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by Dan Doty, Producer

Producing MeatEater means that I spend a huge amount of my life right now hunting — without actually hunting. It’s an interesting position to be in. I grew up hunting in the Midwest, and some of my favorite memories are with my buddies and little brother shooting ducks and grouse or walking to the deer stand each November. But I grew into new passions after college and have lived a life where I’ve been lucky to get home to hunt every couple of years. I’ve never lost my appreciation for it or desire to do it, but it’s not been my priority. Every once in a while on the show, I’d love to put the camera down and pick up a shotgun — but, honestly, I love what I’m doing so much it doesn’t usually come up. If my freezer is full, which it always is, I don’t experience much blood lust.

That changed when we went lion hunting. The first time one of Floyd’s dogs opened up on a cat track, some very primal thing was tweaked in me, and I’ve now the raging desire to take a big cat myself. There are a few reasons I think this is true, and the first has something to do with the fact that in order to take this animal you literally, authentically track it and trail it. When you get on a track, you get to take a half imaginative / half real journey that the lion did just a short while ago; you get a real window into the life of a predator. The amount of knowledge you learn to absorb from the ground in front of you is astounding. Of course, I’m a total beginner and still think every dog track I see is a lion, but I did get enough of a taste to really feel it. I love it.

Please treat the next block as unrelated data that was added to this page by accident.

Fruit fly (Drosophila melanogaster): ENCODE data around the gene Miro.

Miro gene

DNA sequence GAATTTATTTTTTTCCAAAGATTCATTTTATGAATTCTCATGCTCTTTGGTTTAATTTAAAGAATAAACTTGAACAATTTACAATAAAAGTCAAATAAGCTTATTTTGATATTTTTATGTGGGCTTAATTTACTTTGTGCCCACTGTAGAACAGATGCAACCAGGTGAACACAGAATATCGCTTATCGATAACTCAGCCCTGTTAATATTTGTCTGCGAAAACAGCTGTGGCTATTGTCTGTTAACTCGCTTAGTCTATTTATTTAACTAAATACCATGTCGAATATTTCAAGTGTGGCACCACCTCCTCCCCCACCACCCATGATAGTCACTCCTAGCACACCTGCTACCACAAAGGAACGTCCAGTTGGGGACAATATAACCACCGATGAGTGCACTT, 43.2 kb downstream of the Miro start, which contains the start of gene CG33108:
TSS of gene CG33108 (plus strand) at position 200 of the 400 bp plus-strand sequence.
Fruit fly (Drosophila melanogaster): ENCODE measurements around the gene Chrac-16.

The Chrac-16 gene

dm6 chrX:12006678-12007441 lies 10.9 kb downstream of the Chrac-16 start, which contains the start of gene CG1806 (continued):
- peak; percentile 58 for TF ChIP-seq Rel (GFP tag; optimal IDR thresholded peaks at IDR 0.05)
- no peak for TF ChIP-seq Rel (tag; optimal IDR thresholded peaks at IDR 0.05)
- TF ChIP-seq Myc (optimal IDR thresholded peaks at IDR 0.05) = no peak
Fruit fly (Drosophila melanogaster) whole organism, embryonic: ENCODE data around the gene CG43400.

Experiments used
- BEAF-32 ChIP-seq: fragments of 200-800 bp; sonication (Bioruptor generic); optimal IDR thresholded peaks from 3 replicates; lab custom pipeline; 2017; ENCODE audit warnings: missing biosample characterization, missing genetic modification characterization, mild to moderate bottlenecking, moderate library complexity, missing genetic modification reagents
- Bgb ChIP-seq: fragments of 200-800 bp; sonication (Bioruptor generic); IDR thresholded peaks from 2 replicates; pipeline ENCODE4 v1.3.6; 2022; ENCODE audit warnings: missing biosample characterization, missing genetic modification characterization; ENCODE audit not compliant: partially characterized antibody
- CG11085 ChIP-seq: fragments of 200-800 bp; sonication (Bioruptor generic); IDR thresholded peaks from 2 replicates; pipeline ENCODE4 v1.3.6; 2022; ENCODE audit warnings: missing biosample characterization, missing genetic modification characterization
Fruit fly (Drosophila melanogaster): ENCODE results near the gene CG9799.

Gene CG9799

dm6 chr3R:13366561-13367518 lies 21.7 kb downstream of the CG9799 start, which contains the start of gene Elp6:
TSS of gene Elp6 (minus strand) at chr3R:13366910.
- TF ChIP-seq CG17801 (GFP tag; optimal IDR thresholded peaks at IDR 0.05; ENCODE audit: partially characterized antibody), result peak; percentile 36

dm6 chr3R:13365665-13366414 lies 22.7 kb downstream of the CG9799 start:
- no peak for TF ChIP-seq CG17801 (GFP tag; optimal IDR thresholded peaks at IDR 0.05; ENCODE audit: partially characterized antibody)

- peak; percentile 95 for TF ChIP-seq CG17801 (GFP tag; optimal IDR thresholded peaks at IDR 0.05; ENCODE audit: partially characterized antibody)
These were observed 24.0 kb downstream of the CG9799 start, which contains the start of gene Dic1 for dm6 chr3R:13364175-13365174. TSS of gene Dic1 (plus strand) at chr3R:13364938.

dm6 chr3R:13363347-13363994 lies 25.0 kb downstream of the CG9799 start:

I’m also drawn to the challenge and danger of it. Hearing Joe talk about a big tom ripping his leg up or almost having his skull crushed should make me want none of it, but for some reason that is a danger that attracts me — way more than the danger of sliding off a cliff on a goat hunt or some other silly thing we do all the time. I guess it feels like killing a cat, especially in close quarters and even by hand (often Joe and Floyd end up finishing the kill with a knife), seems like a true rite of passage in a sense that other hunts just don’t for me.  I relate it to another illogical dream I have, to fight (or at least wrestle) my roommate and co-worker, Josh Ferrell. He’s the nicest and most genuine dude in the world, and also one of the biggest. He’s got at least a hundred pounds on me and 8 inches in height, but there is some wild hair I have that wants to fight him — and I’m not a fighter.

Plus we didn’t get one. We have now put two full weeks of 12-hour days chasing these cats and have come up empty handed. There’s something irrevocably true here about the law of supply and demand. The more elusive something is, the greater the tendency to want it. I want a cat for Steve, but I want one for me too.